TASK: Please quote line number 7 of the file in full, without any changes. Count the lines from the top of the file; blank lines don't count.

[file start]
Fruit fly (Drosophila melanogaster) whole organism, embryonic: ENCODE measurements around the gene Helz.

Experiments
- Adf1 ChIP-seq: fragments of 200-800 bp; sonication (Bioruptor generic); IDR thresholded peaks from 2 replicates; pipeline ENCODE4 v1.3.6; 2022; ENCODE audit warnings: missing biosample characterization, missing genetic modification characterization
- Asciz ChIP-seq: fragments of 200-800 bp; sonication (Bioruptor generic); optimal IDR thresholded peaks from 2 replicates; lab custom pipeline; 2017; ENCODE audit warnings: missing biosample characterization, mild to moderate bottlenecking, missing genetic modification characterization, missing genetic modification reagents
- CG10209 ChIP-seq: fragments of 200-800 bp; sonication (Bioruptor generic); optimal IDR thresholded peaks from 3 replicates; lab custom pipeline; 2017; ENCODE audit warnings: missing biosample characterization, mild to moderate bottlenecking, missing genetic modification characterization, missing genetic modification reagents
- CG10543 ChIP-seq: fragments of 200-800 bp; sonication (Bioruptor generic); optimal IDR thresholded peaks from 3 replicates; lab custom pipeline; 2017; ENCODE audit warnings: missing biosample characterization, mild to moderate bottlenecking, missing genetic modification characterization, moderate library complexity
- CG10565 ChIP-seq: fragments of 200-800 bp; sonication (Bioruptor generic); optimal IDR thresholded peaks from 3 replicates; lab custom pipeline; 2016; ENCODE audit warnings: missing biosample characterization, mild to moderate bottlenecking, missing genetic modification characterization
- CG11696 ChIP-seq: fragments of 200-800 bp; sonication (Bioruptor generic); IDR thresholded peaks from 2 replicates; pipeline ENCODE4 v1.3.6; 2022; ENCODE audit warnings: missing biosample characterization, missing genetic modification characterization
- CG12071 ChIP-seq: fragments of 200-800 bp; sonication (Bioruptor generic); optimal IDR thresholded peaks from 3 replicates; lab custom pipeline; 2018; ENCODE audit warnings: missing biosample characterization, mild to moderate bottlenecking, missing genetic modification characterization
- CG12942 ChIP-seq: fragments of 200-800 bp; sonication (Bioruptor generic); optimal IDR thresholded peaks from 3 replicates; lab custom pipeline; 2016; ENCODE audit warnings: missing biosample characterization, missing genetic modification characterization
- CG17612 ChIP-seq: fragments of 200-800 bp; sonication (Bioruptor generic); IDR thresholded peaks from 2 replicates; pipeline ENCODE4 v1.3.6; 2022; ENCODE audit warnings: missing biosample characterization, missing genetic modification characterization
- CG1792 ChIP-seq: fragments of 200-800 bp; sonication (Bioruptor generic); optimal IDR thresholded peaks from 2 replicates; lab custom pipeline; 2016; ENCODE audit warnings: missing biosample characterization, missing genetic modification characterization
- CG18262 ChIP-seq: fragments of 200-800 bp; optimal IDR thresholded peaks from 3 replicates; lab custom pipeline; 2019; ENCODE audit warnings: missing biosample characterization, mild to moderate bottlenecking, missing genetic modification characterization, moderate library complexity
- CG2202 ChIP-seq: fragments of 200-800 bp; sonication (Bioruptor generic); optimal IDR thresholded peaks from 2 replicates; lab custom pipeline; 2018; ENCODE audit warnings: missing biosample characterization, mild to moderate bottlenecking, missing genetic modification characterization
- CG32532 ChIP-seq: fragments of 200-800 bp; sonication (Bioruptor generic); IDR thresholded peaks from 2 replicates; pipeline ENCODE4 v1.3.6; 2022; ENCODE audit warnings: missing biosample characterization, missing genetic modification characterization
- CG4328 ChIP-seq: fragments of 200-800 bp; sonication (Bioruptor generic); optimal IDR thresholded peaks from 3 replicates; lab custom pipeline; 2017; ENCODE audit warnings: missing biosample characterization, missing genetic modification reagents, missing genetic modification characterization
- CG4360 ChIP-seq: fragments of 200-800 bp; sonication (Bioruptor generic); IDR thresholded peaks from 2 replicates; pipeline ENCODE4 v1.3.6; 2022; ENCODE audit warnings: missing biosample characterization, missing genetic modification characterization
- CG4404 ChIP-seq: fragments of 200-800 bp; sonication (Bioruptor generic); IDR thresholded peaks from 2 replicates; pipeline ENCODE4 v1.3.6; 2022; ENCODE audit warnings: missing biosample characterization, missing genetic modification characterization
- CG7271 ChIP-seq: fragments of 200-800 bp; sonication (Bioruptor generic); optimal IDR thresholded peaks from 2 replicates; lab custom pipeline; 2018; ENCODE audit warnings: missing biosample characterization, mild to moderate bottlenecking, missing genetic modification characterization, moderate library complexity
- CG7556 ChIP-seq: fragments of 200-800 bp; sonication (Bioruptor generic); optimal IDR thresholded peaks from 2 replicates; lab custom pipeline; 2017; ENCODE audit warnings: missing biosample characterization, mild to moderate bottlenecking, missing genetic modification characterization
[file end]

- CG10565 ChIP-seq: fragments of 200-800 bp; sonication (Bioruptor generic); optimal IDR thresholded peaks from 3 replicates; lab custom pipeline; 2016; ENCODE audit warnings: missing biosample characterization, mild to moderate bottlenecking, missing genetic modification characterization